One of the things that struck me in my work on the ecumenical movement was the extent to which social factors influence the sense of fraternity that Christians feel about one another.
I’ve often been confused that Christians of a more liberal bent, whether theological, political, or otherwise, come across as far friendlier and more aligned with their secular counterparts than fellow believers of a more conservative, traditionalist, or (gasp!) fundamentalist disposition. Try to find a progressive or liberal Christian professing unity (mystical, spiritual, or otherwise) with someone like Jerry Falwell. I’d be glad to see an instance of it. The same is true, by the by, for many more conservative Christians. They are far more amenable to the likes of a professed atheist or agnostic secular conservative than many progressives.
In some sense if Machen is right, that liberalism and Christianity are two different religions, then the reason for this is explicable, at least to a point. But I do think there are social sources of factionalism that are not so theologically motivated or principled.In conversing with a friend on this phenomenon the other day, he noted in passing what was a kind of charitable interpretation of young earth creationists relative to that of atheists in Alvin Plantinga’s magisterial Warranted Christian Belief. Consider this, then, a kind of comment from Plantinga relevant to the sort of thing on display in the recent debate between Ken Ham and Bill Nye.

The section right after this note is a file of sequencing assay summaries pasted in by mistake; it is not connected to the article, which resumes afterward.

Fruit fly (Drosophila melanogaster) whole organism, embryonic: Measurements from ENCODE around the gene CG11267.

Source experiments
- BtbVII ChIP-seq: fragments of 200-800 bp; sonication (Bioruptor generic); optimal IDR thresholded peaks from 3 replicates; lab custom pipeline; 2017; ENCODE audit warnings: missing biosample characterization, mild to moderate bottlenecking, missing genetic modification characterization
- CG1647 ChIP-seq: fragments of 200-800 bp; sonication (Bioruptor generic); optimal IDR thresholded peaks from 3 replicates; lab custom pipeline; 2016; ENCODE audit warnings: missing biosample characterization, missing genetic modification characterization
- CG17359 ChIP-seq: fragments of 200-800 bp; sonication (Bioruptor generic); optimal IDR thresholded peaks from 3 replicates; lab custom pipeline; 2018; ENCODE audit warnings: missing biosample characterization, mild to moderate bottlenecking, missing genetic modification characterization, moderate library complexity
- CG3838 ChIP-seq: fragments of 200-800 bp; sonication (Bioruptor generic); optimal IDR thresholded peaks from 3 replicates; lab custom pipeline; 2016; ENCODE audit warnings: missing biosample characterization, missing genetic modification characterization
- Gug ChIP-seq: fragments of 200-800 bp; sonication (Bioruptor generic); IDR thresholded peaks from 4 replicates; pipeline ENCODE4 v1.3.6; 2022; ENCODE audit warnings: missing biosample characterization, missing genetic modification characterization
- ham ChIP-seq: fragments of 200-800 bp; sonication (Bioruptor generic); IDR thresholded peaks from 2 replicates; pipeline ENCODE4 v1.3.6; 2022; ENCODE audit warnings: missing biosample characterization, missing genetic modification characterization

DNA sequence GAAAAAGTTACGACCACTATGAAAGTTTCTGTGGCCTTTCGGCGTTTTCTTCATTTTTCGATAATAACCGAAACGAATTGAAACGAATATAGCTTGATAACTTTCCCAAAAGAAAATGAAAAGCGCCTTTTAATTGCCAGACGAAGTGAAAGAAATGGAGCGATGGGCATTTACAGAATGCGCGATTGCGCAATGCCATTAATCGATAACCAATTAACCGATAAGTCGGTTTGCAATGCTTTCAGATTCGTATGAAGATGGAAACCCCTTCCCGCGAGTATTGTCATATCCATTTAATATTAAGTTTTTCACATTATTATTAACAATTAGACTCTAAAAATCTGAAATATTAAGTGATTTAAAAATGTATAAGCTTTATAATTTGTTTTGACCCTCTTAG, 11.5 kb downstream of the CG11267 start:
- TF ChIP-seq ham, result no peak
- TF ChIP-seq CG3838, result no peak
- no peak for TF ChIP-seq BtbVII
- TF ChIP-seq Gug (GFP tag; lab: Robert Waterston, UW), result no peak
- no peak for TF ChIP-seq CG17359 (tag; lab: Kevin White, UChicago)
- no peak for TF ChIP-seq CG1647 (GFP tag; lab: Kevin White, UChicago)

It comes in footnote 25 on p. 217 of WCB (or footnote 260 in this online version), in which Plantinga is discussing the noetic effects of sin. The model to which Plantinga refers is his “sensus divinitatis” model, according to which “the most important truths about [people] is that we have been created by the Lord and utterly depend upon him for our continued existence.” Here Plantinga notes:
In this connection, consider the despised creationists, who believe that the world is only ten thousand years old: they are ignorant, pitifully ignorant about when God created the world. From the point of view of the model, this ignorance pales into utter insignificance compared with that of many of their cultured detractors, who foolishly believe that there is no God and thus (naturally enough) are ignorant of the vastly more important fact that the world was, indeed, created by God.
Perhaps not a ringing endorsement of someone like Ken Ham, but it is at least an acknowledgment of the relative unity of creationists of any kind as compared to that of creationism’s “cultured detractors.”